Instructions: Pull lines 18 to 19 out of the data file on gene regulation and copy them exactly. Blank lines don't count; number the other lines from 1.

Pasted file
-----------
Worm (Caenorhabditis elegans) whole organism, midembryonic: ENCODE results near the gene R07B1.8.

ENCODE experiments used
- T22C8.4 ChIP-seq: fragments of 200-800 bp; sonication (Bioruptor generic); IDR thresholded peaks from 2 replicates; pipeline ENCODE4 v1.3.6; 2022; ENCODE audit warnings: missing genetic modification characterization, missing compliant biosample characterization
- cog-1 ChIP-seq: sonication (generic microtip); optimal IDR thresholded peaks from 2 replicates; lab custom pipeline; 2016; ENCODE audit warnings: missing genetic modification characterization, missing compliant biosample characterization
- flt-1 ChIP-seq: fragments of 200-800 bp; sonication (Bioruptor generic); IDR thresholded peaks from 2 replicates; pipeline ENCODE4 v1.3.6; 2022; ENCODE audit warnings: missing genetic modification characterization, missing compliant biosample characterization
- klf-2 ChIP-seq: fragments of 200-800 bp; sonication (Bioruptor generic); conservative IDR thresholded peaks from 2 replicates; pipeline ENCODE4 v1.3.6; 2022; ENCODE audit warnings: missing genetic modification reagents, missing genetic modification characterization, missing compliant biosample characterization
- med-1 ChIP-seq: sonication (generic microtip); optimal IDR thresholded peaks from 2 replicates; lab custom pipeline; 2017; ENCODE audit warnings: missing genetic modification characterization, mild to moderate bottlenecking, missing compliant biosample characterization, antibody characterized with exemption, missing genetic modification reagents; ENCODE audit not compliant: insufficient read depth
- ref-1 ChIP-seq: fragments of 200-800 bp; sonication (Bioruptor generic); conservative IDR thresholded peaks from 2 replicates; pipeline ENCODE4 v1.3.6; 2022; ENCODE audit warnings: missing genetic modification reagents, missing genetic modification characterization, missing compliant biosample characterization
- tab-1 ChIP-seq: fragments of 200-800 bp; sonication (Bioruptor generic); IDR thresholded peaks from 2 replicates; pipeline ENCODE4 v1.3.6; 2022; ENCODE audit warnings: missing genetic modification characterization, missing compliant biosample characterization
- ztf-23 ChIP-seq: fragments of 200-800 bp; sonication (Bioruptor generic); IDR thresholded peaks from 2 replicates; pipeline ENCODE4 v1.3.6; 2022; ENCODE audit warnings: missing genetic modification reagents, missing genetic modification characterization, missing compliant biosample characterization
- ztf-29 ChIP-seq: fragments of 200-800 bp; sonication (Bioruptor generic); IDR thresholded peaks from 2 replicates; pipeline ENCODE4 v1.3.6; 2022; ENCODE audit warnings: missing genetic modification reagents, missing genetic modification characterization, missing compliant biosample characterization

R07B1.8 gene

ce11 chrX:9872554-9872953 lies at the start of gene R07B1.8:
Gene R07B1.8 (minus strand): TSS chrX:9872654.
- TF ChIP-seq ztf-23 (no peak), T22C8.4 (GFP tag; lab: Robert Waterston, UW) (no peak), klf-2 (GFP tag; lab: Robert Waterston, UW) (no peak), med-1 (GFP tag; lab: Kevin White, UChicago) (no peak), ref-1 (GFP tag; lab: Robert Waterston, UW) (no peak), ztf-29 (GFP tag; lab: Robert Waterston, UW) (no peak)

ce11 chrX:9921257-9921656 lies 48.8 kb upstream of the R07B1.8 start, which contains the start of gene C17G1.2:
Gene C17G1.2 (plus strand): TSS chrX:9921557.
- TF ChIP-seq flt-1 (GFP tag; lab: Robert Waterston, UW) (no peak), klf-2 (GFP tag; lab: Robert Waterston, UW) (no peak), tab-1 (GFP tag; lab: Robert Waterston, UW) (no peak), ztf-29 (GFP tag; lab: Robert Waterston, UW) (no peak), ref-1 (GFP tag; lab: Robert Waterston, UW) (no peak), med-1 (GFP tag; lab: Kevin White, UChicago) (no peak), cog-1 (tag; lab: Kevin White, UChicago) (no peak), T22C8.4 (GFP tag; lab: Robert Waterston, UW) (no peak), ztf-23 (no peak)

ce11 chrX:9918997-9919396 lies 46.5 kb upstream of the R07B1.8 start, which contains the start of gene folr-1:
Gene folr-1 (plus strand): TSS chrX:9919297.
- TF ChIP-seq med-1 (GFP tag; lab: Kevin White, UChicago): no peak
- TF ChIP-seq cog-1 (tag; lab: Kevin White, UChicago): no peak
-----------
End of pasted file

- TF ChIP-seq flt-1 (GFP tag; lab: Robert Waterston, UW) (no peak), klf-2 (GFP tag; lab: Robert Waterston, UW) (no peak), tab-1 (GFP tag; lab: Robert Waterston, UW) (no peak), ztf-29 (GFP tag; lab: Robert Waterston, UW) (no peak), ref-1 (GFP tag; lab: Robert Waterston, UW) (no peak), med-1 (GFP tag; lab: Kevin White, UChicago) (no peak), cog-1 (tag; lab: Kevin White, UChicago) (no peak), T22C8.4 (GFP tag; lab: Robert Waterston, UW) (no peak), ztf-23 (no peak)

ce11 chrX:9918997-9919396 lies 46.5 kb upstream of the R07B1.8 start, which contains the start of gene folr-1: